Judges Hear Arguments in Largest Case Against Health Reform Law
On Wednesday, a three-judge panel at the 11th U.S. Circuit Court of Appeals in Atlanta heard oral arguments and asked tough questions in the multistate lawsuit challenging the constitutionality of the federal health reform law and its individual mandate, the Washington Post reports (Aizenman, Washington Post, 6/8).
The judges are reviewing the Obama administration's appeal of a lower court's ruling that invalidated the entire law (Sack, New York Times, 6/8).
Background on Lawsuit
On Jan. 31, U.S. District Court Judge Roger Vinson ruled that the reform law's requirement that most U.S. residents purchase health coverage or face a penalty is unconstitutional.
Vinson agreed with the suit's plaintiffs -- state attorneys general and governors of 26 states, the National Federation of Independent Business and two individuals -- that the individual mandate exceeds Congress' power to regulate interstate commerce. Vinson also invalidated the entire law because he concluded that the mandate is "inextricably bound" to other provisions in the law.
Amid conflicting interpretations of his ruling, Vinson issued a stay, permitting implementation of the overhaul to continue in the 26 plaintiff states while the administration pursued an appeal. The appeals court in Atlanta then granted the Obama administration's request to expedite an appeal (California Healthline, 5/5).
Details of Oral Arguments
During oral arguments, the judges seemed particularly interested in the administration's defense of the individual mandate, according to the AP/Miami Herald.
They repeatedly questioned the coverage requirement and indicated that they were not convinced by the administration's defense. Chief Judge Joel Dubina -- who was appointed by President George H.W. Bush -- asked the administration if there would be "any limits on congressional power" if the court were to uphold the individual mandate (Bluestein, AP/Miami Herald, 6/8).
Dubina also asked Acting Solicitor General Neal Katyal to provide an example in which the U.S. Supreme Court used the Constitution's commerce clause to justify "compelling a private person to purchase a private product." Dubina said he had never before encountered such a case (Washington Post, 6/8). Judge Stanley Marcus -- who was appointed to the bench by President Reagan and elevated to the appellate court by President Clinton -- echoed Dubina's concern, according to the Los Angeles Times (Savage, Los Angeles Times, 6/8).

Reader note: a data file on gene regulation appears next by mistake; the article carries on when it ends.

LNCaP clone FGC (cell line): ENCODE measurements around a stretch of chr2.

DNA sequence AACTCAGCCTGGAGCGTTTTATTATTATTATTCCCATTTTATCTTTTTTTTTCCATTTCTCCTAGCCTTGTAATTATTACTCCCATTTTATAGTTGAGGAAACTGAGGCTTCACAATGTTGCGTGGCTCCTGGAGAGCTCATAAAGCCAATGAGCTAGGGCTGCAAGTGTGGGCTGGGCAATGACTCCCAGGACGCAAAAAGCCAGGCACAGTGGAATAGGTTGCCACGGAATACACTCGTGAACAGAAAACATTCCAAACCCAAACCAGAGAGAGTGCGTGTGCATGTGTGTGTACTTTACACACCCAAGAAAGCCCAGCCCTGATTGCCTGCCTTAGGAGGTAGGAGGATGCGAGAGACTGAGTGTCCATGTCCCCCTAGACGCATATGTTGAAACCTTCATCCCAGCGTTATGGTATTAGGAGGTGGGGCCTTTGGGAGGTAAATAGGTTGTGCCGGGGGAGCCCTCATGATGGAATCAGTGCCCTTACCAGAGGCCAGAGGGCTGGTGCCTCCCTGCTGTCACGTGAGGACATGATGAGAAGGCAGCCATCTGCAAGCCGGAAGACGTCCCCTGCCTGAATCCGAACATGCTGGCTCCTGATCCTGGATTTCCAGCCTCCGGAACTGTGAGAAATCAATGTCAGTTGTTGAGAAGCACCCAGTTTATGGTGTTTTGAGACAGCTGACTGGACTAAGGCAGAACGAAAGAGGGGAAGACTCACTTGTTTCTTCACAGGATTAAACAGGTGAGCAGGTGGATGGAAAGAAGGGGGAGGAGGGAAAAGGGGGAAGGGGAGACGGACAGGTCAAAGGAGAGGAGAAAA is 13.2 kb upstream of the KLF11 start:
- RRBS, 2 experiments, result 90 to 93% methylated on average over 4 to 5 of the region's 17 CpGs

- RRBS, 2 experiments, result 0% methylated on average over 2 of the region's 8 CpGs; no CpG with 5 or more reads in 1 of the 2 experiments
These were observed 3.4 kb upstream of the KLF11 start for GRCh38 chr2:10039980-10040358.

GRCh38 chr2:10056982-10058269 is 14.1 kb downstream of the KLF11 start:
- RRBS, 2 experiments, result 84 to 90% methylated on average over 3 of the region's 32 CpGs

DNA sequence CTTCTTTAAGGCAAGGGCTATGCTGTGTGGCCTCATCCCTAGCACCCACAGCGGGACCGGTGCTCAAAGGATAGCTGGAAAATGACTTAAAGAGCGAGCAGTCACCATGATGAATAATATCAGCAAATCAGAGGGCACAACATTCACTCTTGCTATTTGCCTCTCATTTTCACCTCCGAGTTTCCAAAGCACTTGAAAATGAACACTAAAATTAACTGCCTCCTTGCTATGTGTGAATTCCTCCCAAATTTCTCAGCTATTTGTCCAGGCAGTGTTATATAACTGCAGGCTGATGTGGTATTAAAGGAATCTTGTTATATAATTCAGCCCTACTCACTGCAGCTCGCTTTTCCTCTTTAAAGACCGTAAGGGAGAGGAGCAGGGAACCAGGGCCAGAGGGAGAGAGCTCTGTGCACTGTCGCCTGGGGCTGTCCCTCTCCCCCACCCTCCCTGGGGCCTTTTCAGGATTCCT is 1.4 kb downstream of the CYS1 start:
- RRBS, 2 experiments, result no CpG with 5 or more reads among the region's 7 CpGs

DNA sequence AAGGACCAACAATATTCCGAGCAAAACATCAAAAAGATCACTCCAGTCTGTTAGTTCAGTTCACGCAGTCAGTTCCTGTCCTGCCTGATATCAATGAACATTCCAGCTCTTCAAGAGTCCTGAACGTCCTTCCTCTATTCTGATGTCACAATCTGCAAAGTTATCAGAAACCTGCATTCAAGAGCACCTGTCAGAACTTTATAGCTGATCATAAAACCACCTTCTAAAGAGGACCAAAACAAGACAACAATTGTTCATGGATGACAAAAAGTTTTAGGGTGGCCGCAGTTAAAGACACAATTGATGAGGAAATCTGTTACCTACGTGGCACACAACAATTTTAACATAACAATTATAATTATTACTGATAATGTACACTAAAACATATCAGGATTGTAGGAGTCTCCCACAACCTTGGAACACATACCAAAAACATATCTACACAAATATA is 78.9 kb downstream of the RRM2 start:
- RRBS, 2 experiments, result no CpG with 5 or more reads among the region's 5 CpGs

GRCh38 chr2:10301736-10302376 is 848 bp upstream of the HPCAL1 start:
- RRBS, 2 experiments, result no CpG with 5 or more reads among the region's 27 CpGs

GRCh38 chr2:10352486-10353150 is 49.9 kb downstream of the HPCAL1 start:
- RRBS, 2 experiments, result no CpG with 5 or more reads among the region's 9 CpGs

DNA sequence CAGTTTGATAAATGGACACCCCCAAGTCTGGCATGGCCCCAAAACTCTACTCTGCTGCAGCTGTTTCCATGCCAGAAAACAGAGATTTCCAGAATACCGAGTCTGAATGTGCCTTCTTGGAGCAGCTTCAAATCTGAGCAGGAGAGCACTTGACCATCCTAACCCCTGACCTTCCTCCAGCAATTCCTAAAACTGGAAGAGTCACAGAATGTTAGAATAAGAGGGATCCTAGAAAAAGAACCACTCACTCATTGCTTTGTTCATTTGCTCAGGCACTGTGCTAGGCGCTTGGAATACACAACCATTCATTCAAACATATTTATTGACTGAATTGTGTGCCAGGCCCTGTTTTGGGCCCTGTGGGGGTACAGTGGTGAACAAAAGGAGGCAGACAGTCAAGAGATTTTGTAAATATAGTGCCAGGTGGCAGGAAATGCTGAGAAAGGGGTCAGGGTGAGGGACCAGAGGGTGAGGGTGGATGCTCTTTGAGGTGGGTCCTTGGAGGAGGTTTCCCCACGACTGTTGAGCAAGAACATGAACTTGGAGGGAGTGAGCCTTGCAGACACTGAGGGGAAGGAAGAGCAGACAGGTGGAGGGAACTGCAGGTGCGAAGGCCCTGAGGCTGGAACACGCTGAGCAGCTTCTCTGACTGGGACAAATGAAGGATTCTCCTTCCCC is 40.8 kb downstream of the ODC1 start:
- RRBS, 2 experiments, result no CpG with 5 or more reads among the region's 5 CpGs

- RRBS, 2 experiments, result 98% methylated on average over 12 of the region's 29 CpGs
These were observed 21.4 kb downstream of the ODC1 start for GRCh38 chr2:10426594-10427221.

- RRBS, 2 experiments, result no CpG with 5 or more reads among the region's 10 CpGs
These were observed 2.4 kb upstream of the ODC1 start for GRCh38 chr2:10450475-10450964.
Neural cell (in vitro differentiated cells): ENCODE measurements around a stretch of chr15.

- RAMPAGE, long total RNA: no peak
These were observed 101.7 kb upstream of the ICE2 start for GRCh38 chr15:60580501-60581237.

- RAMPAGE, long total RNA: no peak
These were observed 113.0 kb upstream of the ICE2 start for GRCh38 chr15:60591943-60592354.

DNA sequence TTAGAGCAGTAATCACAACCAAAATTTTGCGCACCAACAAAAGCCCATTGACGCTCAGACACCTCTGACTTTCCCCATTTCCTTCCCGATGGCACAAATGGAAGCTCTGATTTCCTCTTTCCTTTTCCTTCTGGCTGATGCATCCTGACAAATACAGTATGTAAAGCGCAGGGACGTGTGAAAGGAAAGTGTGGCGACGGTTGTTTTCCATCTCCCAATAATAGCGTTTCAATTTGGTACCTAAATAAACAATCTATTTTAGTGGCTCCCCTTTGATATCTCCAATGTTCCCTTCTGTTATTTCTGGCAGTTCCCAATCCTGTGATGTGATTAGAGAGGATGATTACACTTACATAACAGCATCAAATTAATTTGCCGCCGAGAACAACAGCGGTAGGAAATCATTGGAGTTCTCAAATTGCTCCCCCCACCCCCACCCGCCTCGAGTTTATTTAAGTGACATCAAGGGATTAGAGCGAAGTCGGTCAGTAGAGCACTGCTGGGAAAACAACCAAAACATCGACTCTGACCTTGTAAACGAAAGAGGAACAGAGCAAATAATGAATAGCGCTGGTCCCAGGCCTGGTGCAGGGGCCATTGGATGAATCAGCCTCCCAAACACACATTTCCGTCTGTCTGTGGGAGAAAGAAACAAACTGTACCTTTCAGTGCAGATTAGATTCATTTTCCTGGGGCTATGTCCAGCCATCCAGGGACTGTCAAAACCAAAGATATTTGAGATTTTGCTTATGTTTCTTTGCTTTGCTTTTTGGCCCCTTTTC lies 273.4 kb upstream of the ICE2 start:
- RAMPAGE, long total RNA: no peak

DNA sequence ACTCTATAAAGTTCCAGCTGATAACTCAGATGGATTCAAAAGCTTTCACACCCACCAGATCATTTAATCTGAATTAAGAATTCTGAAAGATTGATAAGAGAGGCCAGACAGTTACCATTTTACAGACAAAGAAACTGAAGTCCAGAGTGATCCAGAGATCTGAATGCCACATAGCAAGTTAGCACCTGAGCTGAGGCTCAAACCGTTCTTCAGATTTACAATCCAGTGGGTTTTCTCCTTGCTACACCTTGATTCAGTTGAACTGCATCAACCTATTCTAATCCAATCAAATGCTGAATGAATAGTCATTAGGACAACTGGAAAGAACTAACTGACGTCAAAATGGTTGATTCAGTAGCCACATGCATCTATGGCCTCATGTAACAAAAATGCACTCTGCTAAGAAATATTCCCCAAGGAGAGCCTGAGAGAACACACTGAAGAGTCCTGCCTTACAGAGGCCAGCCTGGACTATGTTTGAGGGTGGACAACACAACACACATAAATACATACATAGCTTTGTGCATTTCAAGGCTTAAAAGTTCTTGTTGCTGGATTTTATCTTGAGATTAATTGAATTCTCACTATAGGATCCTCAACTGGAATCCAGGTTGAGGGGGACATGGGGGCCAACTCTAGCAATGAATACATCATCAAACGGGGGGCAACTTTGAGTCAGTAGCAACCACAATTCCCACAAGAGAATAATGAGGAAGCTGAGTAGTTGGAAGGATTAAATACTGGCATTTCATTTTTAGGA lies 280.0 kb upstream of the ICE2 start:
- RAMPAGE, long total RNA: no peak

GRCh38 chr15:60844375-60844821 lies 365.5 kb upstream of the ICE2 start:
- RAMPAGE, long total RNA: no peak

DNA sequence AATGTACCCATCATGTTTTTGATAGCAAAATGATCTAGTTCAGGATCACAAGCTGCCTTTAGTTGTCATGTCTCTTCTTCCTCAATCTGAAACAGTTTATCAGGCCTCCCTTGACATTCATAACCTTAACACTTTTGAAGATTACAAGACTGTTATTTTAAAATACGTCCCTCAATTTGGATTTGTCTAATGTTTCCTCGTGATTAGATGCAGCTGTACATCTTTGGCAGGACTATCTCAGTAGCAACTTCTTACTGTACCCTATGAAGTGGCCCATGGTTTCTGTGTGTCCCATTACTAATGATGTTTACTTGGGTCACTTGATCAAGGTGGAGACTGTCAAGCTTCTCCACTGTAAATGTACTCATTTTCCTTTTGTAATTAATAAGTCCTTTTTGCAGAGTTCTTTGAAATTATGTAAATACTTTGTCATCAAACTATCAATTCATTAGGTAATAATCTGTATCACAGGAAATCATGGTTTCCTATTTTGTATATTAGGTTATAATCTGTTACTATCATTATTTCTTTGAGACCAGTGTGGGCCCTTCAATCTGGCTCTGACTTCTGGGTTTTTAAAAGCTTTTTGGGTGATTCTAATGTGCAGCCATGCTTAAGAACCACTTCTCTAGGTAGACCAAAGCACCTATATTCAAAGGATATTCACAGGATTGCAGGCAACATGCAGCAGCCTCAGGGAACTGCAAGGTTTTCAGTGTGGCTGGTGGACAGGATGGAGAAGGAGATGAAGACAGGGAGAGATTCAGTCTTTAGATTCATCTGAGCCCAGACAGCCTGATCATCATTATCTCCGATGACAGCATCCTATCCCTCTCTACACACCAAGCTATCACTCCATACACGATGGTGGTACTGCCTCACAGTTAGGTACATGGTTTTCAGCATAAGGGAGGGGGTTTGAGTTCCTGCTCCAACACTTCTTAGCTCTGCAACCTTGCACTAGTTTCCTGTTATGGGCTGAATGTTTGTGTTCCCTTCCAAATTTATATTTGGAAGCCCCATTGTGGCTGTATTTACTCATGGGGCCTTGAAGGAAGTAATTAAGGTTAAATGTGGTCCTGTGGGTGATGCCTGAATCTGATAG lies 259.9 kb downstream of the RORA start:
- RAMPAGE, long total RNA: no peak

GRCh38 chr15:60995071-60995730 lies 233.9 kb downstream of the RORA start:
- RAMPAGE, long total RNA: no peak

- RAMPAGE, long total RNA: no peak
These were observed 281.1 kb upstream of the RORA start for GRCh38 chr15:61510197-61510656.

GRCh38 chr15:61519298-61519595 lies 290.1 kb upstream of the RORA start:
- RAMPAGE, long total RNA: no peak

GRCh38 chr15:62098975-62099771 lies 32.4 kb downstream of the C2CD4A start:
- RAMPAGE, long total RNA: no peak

Former U.S. Solicitor General Paul Clement, who is representing the states, argued that "[i]t boils down to the question of whether the federal government can compel people into commerce to better regulate the individual" (New York Times, 6/8). He acknowledged that Congress could require uninsured individuals to purchase coverage at the time they need it, but not in advance of such an instance. "In 220 years, Congress never saw fit to use this power, to compel a person to engage in commerce," Clement said (Los Angeles Times, 6/8).
Judge Frank Hull -- who was appointed by Clinton -- joined the other two judges in their concerns about the mandate, but dismissed Clement's argument that it constitutes regulation of an economic inactivity. "This activity-inactivity thing doesn't help me, personally," she said (Washington Post, 6/8).
Katyal -- who previously argued in defense of the law in similar appeals in Ohio and Virginia -- said Congress can exercise its power to regulate commerce if it would resolve a national problem, not a local one. He insisted that in this case, Congress is authorized to require health insurance for most uninsured individuals because they shift an estimated $43 billion in medical costs annually to taxpayers (AP/Miami Herald, 6/8). He said, "People are seeking this good already," adding, "It's about the failure to pay, not the failure to buy" (Haberkorn, Politico, 6/8).
The judges also asked Clement and Katyal about whether the full overhaul should stand if the individual mandate is struck down. Katyal said it would be a "deep, deep mistake" to invalidate the law. Clement said that the mandate is the "driving force" of the overhaul and that without it, the law should be rescinded (AP/Miami Herald, 6/8).
At the conclusion of the hearing, the judges offered no indication of a timeline for their ruling (Politico, 6/8).